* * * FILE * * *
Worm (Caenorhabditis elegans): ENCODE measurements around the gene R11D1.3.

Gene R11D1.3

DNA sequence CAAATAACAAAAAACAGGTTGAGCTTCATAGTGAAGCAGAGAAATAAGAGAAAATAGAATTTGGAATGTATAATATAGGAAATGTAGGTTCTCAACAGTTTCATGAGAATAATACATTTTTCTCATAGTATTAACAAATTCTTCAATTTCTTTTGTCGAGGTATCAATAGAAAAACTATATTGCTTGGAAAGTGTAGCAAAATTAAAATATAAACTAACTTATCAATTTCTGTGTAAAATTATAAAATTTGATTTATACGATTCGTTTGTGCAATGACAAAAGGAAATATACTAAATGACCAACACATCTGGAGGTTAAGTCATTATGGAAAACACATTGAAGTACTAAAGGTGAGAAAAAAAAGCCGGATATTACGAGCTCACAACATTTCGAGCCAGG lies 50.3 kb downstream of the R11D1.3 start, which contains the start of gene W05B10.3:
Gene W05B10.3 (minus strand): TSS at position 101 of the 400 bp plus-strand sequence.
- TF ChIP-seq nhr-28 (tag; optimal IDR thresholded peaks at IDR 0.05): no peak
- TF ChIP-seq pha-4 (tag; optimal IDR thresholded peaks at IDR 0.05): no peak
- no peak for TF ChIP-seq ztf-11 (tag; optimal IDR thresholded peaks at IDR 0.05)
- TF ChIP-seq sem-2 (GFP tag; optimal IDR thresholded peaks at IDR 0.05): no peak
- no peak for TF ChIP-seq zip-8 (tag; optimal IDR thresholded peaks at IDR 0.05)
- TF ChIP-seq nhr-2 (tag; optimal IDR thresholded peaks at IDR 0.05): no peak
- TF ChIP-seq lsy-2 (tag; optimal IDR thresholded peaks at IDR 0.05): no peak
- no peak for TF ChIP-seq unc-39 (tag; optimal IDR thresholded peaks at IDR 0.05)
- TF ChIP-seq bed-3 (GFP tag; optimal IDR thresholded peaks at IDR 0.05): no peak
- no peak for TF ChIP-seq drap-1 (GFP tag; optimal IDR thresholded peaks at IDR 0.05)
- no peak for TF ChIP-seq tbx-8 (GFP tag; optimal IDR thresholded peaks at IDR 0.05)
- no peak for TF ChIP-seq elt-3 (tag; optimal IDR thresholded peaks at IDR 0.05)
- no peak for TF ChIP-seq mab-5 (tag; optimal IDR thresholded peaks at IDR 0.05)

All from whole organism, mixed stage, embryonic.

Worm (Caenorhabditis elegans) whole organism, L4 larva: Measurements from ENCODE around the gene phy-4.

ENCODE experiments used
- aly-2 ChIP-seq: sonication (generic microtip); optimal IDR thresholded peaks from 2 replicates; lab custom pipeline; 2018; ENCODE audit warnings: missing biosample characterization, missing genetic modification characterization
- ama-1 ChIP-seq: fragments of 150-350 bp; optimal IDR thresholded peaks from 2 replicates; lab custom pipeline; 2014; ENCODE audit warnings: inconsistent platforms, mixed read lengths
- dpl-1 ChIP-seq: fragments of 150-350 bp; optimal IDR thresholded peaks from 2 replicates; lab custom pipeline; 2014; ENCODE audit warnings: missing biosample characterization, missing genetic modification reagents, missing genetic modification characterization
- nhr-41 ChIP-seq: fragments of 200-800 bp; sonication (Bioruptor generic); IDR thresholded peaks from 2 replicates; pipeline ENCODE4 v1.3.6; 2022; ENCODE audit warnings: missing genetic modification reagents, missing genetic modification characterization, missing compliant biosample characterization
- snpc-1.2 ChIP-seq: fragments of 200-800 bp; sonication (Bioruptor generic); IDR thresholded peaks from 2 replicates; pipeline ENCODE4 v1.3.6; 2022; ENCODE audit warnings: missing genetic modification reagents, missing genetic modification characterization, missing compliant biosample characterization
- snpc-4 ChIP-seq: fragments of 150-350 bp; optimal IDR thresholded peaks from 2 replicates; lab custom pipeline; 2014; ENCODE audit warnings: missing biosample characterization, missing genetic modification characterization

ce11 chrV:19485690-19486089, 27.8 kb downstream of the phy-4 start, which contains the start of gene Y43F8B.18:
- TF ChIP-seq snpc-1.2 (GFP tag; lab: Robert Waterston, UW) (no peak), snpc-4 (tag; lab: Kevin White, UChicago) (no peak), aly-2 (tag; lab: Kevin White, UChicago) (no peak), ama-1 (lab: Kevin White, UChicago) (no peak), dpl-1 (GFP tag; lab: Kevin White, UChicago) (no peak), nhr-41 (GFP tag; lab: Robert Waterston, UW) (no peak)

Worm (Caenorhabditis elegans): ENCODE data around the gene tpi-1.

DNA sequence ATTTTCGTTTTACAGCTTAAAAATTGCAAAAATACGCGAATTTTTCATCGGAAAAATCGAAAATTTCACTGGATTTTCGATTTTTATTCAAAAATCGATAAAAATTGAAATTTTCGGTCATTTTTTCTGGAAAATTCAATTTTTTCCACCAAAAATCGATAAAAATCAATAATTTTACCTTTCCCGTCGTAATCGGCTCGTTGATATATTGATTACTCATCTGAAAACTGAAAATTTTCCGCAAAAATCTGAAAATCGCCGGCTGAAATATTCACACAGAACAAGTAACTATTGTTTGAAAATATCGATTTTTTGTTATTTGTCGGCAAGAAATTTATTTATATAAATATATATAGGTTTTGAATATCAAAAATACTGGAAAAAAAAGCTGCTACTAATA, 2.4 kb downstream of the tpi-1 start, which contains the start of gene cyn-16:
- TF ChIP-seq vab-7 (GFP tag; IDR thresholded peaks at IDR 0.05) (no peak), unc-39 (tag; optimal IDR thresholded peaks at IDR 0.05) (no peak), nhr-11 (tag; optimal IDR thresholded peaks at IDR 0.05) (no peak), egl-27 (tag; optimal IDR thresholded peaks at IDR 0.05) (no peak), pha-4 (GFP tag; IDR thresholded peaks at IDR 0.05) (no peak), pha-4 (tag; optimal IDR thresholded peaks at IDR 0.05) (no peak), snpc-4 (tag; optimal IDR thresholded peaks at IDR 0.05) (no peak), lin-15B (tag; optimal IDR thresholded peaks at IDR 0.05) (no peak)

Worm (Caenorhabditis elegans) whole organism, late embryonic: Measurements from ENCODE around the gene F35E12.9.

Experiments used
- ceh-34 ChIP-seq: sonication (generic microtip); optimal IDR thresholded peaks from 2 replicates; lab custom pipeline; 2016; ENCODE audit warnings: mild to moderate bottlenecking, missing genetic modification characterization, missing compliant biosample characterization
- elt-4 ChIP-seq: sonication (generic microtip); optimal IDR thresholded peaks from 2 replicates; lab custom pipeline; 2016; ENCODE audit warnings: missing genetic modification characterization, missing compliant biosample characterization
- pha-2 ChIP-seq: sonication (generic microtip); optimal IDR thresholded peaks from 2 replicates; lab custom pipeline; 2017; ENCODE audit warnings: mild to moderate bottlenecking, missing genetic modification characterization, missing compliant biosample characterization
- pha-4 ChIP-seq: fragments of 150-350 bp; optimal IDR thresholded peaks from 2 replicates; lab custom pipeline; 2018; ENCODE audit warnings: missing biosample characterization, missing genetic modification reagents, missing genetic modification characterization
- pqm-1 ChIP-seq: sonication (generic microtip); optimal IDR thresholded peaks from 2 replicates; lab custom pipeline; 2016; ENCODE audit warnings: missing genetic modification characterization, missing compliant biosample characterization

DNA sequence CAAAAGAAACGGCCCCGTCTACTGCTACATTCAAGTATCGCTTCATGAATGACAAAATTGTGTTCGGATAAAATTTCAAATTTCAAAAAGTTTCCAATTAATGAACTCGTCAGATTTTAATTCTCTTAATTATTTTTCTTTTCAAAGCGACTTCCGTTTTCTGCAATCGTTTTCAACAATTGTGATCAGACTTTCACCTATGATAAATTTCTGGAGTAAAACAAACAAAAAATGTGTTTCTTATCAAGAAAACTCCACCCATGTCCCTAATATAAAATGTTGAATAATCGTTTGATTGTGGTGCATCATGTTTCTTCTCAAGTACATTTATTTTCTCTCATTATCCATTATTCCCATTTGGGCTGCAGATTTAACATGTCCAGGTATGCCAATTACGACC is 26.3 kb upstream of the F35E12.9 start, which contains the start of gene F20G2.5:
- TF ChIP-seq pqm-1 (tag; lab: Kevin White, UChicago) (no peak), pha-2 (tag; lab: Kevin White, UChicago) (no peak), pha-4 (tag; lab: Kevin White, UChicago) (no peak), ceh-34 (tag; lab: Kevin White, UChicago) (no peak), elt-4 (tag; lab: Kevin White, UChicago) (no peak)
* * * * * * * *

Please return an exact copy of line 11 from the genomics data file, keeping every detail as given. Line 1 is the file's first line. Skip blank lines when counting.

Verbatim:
- TF ChIP-seq lsy-2 (tag; optimal IDR thresholded peaks at IDR 0.05): no peak